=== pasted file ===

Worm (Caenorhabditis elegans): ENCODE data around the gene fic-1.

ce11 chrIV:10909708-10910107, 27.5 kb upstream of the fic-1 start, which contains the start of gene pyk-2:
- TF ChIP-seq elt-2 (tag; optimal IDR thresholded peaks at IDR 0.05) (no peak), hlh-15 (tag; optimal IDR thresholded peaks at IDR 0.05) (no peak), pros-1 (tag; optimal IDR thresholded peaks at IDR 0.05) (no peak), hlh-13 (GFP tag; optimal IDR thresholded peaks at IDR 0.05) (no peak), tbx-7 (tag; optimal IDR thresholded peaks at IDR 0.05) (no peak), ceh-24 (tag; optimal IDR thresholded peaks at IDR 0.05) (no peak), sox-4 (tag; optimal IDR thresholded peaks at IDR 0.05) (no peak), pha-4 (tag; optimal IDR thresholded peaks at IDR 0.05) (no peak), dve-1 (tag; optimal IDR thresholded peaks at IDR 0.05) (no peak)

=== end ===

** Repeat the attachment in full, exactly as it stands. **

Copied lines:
Worm (Caenorhabditis elegans): ENCODE data around the gene fic-1.

ce11 chrIV:10909708-10910107, 27.5 kb upstream of the fic-1 start, which contains the start of gene pyk-2:
- TF ChIP-seq elt-2 (tag; optimal IDR thresholded peaks at IDR 0.05) (no peak), hlh-15 (tag; optimal IDR thresholded peaks at IDR 0.05) (no peak), pros-1 (tag; optimal IDR thresholded peaks at IDR 0.05) (no peak), hlh-13 (GFP tag; optimal IDR thresholded peaks at IDR 0.05) (no peak), tbx-7 (tag; optimal IDR thresholded peaks at IDR 0.05) (no peak), ceh-24 (tag; optimal IDR thresholded peaks at IDR 0.05) (no peak), sox-4 (tag; optimal IDR thresholded peaks at IDR 0.05) (no peak), pha-4 (tag; optimal IDR thresholded peaks at IDR 0.05) (no peak), dve-1 (tag; optimal IDR thresholded peaks at IDR 0.05) (no peak)